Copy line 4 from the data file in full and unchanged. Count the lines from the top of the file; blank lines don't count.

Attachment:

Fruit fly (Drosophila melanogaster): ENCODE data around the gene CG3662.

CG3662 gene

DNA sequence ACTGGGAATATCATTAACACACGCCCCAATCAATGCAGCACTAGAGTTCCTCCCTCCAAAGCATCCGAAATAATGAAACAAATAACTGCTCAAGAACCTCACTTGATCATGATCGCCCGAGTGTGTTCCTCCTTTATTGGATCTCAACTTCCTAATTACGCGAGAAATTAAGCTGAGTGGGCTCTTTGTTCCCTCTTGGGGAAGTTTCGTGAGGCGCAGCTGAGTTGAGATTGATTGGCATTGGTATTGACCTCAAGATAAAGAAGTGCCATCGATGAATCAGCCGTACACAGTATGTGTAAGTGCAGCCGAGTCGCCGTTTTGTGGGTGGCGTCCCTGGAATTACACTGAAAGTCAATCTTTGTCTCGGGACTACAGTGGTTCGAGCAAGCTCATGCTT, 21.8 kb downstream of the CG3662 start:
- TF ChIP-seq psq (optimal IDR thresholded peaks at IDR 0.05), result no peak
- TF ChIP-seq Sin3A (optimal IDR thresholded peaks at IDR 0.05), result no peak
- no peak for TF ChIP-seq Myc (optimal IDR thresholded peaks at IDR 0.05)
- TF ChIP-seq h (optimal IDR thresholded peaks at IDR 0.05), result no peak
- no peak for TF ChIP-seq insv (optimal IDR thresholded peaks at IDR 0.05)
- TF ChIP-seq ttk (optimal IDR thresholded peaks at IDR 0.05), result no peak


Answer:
- TF ChIP-seq psq (optimal IDR thresholded peaks at IDR 0.05), result no peak